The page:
We travel from a bench overlooking the "mosques, churches, gurdwaras and temples" of the Birmingham skyline, to a trip down the "bottleneck A-roads, the six-way roundabouts, the ski-jump flyovers, the Smartie-tube tunnels". We delve into a sordid world of drugs, crime, adultery and the perverse effects of cookery classes. The disturbed characters, of which there are many, are overlooked and pigeonholed by the world around them: the timid and dumpy office worker whose polite mumbling disguises an extraordinary fetish; the two Asian men forced to suppress their true desires and ambitions by the values and needs of their parents; the boy from the rundown estate unable to share his passion for cars with the man from the rich suburb.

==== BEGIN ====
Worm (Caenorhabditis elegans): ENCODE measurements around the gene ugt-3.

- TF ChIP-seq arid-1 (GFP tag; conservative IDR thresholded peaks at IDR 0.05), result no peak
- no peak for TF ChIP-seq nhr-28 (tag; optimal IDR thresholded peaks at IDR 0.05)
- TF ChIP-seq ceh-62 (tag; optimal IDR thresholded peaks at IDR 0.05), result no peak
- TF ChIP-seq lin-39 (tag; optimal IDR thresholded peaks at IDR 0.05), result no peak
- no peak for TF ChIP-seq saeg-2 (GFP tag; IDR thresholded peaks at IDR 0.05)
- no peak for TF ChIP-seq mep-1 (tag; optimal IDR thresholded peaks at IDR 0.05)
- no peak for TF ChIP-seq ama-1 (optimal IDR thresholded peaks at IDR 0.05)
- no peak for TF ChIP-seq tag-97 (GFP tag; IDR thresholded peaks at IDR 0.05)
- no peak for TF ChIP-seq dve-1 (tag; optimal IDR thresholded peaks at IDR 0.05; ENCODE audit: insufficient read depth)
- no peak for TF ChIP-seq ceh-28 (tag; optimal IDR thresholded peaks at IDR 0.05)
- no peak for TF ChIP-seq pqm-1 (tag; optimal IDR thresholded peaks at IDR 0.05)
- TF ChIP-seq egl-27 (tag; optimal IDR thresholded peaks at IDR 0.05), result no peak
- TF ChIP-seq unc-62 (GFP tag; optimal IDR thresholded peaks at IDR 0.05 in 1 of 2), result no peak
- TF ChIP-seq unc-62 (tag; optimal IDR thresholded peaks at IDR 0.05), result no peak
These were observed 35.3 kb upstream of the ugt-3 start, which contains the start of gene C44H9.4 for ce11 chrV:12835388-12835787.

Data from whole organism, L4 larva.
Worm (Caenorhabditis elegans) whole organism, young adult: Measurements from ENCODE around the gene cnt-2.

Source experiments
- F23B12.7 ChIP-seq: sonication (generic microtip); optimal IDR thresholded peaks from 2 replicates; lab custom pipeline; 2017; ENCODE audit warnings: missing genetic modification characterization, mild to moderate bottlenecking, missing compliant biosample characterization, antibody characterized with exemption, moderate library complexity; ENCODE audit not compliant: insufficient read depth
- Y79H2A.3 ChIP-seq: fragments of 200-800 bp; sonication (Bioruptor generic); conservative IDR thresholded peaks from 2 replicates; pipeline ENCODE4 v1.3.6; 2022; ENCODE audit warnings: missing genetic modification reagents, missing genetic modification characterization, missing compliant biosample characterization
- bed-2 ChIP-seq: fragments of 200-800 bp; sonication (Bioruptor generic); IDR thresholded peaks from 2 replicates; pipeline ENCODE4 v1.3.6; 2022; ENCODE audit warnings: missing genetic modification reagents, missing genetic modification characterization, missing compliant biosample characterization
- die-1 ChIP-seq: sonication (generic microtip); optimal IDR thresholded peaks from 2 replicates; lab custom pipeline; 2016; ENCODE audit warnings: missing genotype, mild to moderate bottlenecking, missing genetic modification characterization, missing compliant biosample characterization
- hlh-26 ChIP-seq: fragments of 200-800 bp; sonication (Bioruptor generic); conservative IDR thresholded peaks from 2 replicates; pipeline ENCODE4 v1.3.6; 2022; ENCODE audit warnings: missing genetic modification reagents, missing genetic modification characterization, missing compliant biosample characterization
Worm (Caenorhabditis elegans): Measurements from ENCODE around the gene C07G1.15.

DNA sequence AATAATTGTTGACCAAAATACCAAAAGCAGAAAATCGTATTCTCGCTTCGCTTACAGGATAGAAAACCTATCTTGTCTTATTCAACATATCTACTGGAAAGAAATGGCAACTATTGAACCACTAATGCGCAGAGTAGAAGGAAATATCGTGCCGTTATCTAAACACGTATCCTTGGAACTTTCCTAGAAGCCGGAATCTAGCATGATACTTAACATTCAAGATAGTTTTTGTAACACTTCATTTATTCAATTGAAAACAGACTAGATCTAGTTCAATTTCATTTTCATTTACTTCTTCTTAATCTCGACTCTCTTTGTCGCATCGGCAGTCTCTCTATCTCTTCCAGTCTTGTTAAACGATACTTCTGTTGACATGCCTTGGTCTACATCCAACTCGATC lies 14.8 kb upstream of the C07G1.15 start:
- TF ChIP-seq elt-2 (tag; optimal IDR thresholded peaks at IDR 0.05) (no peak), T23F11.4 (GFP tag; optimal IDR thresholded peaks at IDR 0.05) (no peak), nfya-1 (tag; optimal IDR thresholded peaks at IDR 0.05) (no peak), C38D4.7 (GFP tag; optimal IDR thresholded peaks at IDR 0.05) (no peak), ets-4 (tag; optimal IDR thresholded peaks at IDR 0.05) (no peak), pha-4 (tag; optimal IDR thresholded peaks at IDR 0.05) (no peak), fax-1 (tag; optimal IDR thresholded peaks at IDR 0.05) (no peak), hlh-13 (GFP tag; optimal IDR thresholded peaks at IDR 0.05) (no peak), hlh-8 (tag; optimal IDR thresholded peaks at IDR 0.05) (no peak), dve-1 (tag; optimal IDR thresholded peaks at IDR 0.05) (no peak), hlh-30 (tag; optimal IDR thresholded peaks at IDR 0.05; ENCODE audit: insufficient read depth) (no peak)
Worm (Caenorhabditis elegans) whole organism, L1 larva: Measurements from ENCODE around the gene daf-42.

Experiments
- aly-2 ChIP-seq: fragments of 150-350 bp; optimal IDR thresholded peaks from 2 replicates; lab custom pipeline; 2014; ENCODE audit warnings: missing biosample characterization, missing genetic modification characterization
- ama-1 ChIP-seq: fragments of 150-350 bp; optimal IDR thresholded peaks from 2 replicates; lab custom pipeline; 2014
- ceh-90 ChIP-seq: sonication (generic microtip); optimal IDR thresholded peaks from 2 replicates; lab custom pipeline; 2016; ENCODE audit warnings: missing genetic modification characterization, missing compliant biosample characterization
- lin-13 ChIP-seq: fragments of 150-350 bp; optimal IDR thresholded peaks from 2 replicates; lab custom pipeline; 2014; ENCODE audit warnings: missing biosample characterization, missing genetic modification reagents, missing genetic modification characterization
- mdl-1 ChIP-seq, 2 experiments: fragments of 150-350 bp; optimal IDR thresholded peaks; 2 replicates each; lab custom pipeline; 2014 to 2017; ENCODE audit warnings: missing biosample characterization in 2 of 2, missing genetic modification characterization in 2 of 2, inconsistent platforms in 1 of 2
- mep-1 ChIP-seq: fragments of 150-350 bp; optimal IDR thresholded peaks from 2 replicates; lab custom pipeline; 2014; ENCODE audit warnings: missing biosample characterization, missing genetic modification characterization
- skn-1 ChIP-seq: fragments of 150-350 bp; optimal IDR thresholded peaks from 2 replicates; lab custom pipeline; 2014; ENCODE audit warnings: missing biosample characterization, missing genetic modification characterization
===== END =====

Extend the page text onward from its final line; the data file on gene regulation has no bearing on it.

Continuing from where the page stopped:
Neonlit ed Nicholas Royle, Quartet pounds 7. Time Out's second short story collection has no unifying theme. Its authors vary in age, nationality and experience. The stories, too, cover a vast range of subject matter which wouldn't be a problem, if it weren't for the wide range in quality. While there are a few very good stories - Natasha Soobramanien's E8 Vodka Redbull Blues and Rhonda Carrier's St Wilgefortis Blues, for example - others are loosely written, uninspired and self-conscious. If there is a trend it's for the painful simile: "It's like scoring a cup-winning goal or passing your driving test. One more Valentine than you expected, someone landing on your property in the game of monopoly."
We are invited to marvel at the quality of promising new writers and delight in the offerings of established ones. But instead the effect is of the end of term collection of a parish creative writing society, with everybody smiling fondly at the vicar's witty and wise contribution.Reuse content